Sometimes social gets a bad rep. This is due to the lingering hangover our industry is still suffering from the bad old days of “social rockstars”, “ninjas” and “gurus” who sold vanity metrics at a premium and contributed very little to actual business objectives.
The reality is that, though they might go by different job titles, those snake oil salesmen still exist in social.
They trade off the tragic irony that while social is now widely considered a necessity in the marketing mix, only a handful of marketers actually know how to use it to drive value.
I use the analogy of a lead gen “data pie” to explain how to turn slick social execution into tangible business results.
The data pie is carved into three slices – the first is social metrics, the second is site-side metrics and the third is form fills.
It’s built on the premise that the campaign you’re executing in social drives to a site where visitors have an option to volunteer personal details in exchange for content / to enter a competition / to sign up for a product demo or service, etc.
Here’s a breakdown of each slice to ensure your next social campaign doesn’t come out half-baked.
The easiest part of the pie to sink your teeth into.
Whether you log into your respective social channels natively, select a date range and export data or follow the same process through a designated tool, what you’ll typically end up with are top-line metrics like reach, engagement and clicks.
A shockingly high number of social campaigns begin and end with this slice of the data pie.
Data is pulled and reported on, and champagne is popped because would’ya look at that! We got 2mil impressions, 50k engagements and 20k clicks! Our work here is done.
In isolation this data tells us very little about how a campaign is actually performing until it’s compared against…
Now the pie gets a little fatter. Tastier even.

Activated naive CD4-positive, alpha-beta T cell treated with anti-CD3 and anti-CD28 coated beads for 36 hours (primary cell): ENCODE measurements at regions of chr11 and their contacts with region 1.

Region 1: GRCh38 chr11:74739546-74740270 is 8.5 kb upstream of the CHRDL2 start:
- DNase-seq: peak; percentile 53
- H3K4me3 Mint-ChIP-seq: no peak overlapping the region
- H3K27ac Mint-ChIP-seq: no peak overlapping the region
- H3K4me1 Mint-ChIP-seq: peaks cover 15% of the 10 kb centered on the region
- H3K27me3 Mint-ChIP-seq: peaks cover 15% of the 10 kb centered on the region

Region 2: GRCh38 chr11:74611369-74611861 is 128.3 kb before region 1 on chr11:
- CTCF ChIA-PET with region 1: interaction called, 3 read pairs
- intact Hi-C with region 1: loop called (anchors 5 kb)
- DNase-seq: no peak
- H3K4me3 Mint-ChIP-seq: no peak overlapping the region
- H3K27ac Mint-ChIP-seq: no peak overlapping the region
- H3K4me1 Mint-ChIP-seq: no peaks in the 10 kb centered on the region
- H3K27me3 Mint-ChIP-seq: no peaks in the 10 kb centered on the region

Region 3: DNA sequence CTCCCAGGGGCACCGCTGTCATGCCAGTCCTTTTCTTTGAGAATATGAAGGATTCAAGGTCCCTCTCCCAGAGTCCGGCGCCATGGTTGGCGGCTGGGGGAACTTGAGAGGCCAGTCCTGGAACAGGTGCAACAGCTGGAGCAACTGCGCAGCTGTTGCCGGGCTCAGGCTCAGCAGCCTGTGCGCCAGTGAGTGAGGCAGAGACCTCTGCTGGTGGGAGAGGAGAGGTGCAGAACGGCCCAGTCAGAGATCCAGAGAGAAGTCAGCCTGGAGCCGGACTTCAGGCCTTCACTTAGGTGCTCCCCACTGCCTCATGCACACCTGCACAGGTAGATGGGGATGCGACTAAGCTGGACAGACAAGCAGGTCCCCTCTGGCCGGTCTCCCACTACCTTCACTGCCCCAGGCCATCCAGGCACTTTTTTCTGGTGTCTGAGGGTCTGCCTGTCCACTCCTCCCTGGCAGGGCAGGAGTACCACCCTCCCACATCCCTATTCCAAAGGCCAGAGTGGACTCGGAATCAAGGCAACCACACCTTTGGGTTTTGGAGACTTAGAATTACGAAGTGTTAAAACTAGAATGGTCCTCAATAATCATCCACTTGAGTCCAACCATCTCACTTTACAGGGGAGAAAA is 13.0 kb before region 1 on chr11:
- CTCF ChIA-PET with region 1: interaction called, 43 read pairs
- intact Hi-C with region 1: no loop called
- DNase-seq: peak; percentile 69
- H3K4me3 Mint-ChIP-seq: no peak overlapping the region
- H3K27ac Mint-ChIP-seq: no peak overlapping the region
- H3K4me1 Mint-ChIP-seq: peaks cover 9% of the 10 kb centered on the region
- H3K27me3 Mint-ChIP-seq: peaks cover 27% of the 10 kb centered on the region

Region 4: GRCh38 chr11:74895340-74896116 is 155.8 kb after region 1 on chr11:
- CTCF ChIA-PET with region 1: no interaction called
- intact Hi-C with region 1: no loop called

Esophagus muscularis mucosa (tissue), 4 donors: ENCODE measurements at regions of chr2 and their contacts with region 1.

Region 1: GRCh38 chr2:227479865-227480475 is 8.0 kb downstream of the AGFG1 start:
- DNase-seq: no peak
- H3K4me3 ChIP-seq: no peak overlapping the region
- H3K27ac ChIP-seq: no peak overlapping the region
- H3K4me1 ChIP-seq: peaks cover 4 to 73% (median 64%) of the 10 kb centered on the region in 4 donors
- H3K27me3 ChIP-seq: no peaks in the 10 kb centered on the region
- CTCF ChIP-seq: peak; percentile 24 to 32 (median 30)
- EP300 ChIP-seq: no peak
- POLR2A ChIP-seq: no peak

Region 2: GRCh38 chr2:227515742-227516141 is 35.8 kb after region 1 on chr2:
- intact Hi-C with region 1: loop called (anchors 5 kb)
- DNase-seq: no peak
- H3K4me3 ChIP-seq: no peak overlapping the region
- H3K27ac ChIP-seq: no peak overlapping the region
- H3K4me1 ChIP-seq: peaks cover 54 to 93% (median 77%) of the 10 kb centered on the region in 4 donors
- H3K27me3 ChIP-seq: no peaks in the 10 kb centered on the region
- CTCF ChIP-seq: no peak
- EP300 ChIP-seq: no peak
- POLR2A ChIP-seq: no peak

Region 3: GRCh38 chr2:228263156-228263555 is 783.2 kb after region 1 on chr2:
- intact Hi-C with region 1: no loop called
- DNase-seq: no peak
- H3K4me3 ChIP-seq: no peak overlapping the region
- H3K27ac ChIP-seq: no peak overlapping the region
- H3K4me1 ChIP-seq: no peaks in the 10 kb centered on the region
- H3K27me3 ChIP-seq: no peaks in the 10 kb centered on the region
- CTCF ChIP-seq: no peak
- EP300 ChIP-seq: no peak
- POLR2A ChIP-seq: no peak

If your campaign is driving to a website, your first port of call is to get Google Analytics setup so you have visibility of stats such as unique page views, session duration and bounce rate.
Build Google Analytics tracking links and you’ll also be able to tag which pieces of content have driven which people through which channels (just be sure to include “source / medium” as one of the fields on the “site content” dashboard).
The first thing you’ll probably notice is the discrepancy between the number of clicks you’re seeing in social vs the page views, even if you filter out all other incoming channels.
At this stage you’d do well to take a look at the breakdown of %age of people coming from mobile vs %age coming from desktop. Test the user experience on mobile, look out for things like:
- How long is the site taking to load?
- How is the content being displayed?
- How easy / difficult is it to navigate and use the site on mobile?
If any of those aspects are sub-par and the majority of your traffic is coming from mobile (spoiler alert: 9 times out of 10 it will be) – get your web developers on the phone and fix the problem you are experiencing and fast.
The true success of any social lead gen campaign can be measured in the volume and value of the form fills captured from beginning to end.
Form fill data answers the crucial question of who engaged throughout the campaign. Without it you’ll never be able to show true value back to the business because even though social metrics might look good and GA data is telling you that uniques are up, bounce rate is down and dwell time is healthy, you still won’t have any idea who those people are.
Things to keep in mind when building form fill pages:
- Keep your forms as simple as possible. Name, email, company, position. If you can squeeze a dropdown to select which channel drove them there, it will go a long way to helping campaign optimisation
- Drop a tracking pixel on form fill pages to capture additional data regardless of whether people fill in your forms or not
- Consider a social plugin to capture form fills. This might limit the information you can capture, but it will make it easier for people to volunteer that information